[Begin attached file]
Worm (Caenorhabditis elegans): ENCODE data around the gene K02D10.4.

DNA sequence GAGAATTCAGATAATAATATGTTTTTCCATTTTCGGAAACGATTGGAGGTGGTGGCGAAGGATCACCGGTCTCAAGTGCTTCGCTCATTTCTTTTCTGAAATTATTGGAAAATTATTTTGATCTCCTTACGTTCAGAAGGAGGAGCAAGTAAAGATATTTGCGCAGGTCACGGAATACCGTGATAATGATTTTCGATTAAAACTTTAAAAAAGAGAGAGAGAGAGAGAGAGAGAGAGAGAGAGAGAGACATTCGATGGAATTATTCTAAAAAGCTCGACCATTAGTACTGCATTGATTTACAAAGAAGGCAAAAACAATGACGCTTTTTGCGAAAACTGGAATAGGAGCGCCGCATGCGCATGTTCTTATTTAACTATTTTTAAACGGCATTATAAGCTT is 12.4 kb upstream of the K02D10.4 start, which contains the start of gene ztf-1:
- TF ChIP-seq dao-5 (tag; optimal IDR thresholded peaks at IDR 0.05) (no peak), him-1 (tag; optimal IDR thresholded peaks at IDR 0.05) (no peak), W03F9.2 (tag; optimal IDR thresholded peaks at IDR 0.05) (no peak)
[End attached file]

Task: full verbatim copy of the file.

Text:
Worm (Caenorhabditis elegans): ENCODE data around the gene K02D10.4.

DNA sequence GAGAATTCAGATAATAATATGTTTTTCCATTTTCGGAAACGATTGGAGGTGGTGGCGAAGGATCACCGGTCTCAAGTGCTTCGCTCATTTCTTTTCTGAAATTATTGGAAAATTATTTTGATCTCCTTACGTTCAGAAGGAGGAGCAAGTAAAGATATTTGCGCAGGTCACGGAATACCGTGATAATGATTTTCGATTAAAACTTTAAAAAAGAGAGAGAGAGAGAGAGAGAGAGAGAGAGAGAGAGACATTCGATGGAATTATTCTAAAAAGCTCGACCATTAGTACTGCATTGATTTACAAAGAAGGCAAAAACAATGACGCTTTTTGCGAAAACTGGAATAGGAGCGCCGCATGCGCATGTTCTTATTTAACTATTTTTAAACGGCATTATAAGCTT is 12.4 kb upstream of the K02D10.4 start, which contains the start of gene ztf-1:
- TF ChIP-seq dao-5 (tag; optimal IDR thresholded peaks at IDR 0.05) (no peak), him-1 (tag; optimal IDR thresholded peaks at IDR 0.05) (no peak), W03F9.2 (tag; optimal IDR thresholded peaks at IDR 0.05) (no peak)